I spent Thursday night and Friday at the Yale School of Management Ed Reform conference, “From Policy to Practice,” although the emphasis seemed less on that transition than on the old bugaboo of education reform: Do we move incrementally, accepting slow progress as the price of effective collaboration? Or do we define the plight of kids stuck in bad schools as an emergency deserving of unequivocal action? This conundrum has been personified by two of its luminaries, Diane Ravitch, who wants to return to the golden yesterdays of the old public school system, and Chester Finn of Hoover and Fordham, who says, “Nah, it’s too broken. Blow it up and start over.”
In panel after panel, keynote after keynote, the same theme emerged. Do we move incrementally with school choice, with incorporating value-added models of teacher evaluations, with community outreach, as we build buy-in from all stakeholders? Or do we step boldly, inspired by the urgency of kids trapped in failing schools?
So, the incrementalists: conference attendees heard from Senator Mike Johnston of Colorado about coalition-building and long-term political change. We heard from Delaware Governor Jack Markell about his state’s successful Race To The Top application, which featured collaboration with teachers and, apparently, high levels of buy-in from staff and communities. At a session on forward-thinking teacher contracts, Asst. Superintendent of New Haven Schools Garth Harris and the AFT Director Joan Devlin agreed that contractual changes need to be “be fair to teachers and good for kids.”
And on the other side of the ring are the urgentists, best articulated at another panel called “Does the Ed Reform Movement Care about Community Involvement?” Said Ref Rodriguez of Partners for Developing Futures,
We keep saying that this is the civil rights battle of our generation. So why aren’t we acting like it is?
The practice of determining lay-offs by seniority (LIFO for “last in, first out”) can be seen as a barometer of a community’s approach. If local ed reformers cave on LIFO, they’re incrementalists. If they don’t, they’re urgentists.
Newsflash: most ed reformers are incrementalists, at least the ones showcased at the Yale conference.
For a New Jerseyan, suddenly the battle between NJEA and Christie is OUT THERE. Whoa. We’re outliers. We’re badass. Everyone’s sharing tea and crumpets while we’re throwing bombs.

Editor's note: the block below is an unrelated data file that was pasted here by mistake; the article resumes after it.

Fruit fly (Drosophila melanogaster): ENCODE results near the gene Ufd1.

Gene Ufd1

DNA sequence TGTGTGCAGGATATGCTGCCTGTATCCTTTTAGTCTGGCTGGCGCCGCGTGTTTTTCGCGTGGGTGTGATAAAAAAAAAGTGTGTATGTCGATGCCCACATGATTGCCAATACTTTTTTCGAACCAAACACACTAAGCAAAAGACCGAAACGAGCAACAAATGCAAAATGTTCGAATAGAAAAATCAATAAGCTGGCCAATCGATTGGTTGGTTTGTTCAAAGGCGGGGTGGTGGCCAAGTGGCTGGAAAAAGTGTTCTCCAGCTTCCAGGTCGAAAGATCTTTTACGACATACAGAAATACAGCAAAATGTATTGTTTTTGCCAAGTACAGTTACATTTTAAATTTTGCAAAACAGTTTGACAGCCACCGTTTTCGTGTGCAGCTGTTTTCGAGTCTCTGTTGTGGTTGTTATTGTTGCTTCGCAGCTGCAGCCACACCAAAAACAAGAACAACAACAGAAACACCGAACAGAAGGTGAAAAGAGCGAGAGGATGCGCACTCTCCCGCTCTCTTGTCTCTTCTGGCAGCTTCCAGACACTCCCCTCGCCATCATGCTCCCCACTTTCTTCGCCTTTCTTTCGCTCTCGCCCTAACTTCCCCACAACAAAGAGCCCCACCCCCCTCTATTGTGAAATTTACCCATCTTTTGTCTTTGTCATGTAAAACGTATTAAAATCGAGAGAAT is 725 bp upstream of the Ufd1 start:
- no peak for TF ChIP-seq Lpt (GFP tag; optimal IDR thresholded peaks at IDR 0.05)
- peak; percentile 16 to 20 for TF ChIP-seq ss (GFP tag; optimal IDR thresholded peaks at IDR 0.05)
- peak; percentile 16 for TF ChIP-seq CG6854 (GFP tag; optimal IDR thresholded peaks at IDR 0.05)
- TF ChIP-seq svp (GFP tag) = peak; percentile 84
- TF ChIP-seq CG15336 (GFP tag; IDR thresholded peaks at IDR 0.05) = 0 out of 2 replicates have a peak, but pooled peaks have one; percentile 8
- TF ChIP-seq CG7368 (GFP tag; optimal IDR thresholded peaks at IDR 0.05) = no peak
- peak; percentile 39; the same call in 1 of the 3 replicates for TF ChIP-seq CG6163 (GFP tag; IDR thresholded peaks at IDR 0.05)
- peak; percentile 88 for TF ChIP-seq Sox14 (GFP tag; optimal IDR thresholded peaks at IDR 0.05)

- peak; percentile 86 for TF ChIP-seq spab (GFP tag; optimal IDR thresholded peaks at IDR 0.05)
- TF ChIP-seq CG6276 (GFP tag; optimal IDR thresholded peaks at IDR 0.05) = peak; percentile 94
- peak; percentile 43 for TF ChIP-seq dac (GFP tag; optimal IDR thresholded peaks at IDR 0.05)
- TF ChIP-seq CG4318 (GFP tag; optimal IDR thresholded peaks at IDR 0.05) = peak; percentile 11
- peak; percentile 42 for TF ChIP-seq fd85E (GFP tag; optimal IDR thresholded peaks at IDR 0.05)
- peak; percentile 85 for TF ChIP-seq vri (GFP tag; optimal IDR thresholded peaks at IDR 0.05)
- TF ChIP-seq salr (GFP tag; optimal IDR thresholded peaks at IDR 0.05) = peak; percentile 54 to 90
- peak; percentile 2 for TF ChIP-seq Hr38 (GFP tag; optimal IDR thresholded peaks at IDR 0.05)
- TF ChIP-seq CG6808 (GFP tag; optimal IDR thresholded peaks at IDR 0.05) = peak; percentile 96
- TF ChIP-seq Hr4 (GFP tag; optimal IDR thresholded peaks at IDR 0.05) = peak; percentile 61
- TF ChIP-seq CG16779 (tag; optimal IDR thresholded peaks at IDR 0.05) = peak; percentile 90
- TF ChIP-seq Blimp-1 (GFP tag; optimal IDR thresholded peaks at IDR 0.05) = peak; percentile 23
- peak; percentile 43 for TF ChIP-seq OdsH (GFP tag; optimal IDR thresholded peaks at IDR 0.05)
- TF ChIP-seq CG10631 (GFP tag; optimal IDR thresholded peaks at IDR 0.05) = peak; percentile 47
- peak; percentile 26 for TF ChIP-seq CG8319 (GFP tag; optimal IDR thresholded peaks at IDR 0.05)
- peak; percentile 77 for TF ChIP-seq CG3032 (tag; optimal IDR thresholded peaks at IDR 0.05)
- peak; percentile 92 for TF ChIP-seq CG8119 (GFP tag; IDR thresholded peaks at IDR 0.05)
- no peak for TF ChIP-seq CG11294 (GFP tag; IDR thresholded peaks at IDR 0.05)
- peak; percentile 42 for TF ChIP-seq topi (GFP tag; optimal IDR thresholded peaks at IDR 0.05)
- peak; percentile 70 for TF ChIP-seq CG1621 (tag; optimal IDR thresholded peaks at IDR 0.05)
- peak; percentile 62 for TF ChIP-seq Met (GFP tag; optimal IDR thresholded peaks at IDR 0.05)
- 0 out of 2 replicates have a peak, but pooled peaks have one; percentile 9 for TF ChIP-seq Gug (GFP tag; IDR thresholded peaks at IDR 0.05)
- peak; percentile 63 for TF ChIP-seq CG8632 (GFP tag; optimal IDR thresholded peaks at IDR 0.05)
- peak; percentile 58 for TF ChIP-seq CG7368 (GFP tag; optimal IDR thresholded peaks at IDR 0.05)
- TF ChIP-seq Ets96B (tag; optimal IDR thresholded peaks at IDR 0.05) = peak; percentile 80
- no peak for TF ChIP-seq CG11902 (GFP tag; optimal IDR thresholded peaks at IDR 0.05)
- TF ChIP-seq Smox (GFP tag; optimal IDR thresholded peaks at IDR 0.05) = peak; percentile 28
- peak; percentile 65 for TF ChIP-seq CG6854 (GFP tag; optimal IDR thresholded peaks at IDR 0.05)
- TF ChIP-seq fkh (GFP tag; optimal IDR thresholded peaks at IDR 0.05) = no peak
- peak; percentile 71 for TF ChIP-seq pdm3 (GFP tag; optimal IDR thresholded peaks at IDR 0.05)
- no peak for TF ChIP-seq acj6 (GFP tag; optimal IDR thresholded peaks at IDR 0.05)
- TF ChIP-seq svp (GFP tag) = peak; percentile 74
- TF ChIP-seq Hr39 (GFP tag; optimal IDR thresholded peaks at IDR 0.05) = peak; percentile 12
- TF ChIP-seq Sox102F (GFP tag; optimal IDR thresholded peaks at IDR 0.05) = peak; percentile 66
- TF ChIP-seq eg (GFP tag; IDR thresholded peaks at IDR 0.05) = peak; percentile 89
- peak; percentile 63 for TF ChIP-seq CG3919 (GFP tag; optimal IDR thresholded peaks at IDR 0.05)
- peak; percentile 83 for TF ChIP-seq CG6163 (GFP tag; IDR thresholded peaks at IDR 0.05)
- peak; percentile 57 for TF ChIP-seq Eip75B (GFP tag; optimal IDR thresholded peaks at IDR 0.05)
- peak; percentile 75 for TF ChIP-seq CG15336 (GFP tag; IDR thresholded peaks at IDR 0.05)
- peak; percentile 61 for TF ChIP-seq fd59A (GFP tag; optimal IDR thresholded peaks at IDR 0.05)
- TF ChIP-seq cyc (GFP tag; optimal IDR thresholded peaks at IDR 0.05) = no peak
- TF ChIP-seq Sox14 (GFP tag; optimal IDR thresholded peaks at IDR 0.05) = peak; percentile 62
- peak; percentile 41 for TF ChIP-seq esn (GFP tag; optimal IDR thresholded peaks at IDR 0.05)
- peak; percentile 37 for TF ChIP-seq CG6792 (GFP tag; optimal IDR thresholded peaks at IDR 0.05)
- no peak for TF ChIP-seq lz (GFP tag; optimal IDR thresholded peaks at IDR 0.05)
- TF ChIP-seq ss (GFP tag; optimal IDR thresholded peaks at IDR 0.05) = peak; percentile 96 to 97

Here’s a representative conversation (edited and paraphrased unless it’s in quotes) at the panel called “The Teacher Contract – 2021,” moderated by Andy Rotherham. Panelists were New Haven Asst. Superintendent Garth Harris, AFT Director Joan Devlin, Brad Jupp of the U.S. D.O.E., and Evan Stone, Exec. Director of Educators 4 Excellence, a group of NYC educators who are looking for a voice in the political hierarchy of their UFT chapter.
Jupp: there’s a “pent-up tension” as teachers seek a voice at the table and reformers seek a more rapid pace of change.
Stone: we’ve identified some factors that can increase student learning, and now the only way to bring these to scale is through teacher contracts.
Devlin: we have to “be fair to teachers and good to kids.” All contract changes have to “be really good for teachers and kids.” New Haven managed to negotiate a progressive teacher contract by having “a productive discussion on the most divisive issues. When we identified problems we fixed them.”
Rotherham: “Where did the negotiations not go far enough?”
Harris and Devlin nodding: “We’ll get there.”
Harris: We have to “establish the credibility of the system.” AFT won’t “go to LIFO on a promise. We agreed with them.”
Devlin: “If you don’t have something that’s dependable and reliable and transparent, it’s not fair.” Senior teachers could get laid off just to save money.
Stone: We have the data already “but we’re refusing to use it.”
Rotherham: “We already have age-discrimination laws.”
Harris: We’ve built an industrial system with “systemic failure.” In 2021, contracts should be standards-based and not rules-based.”
Rotherham: “What other industries operate like this?”
Stone: Let’s get back to LIFO. The argument against it is that some principals are unreliable [in evaluating teachers] and “it’s not fair to some teachers… But it’s not fair to huge numbers of students.” There are no perfect evaluation systems. We can’t wait for the perfect one.
Here’s a bonus for those of you still reading:
Derrell Bradford’s Education Reformers Drinking Game
Instructions: Assemble appropriate drinking materials. Anytime anyone says “high expectations,” “capacity,” “collaboration,” “value-added models,” or “best for kids,” chug away. Feel free to extend the list.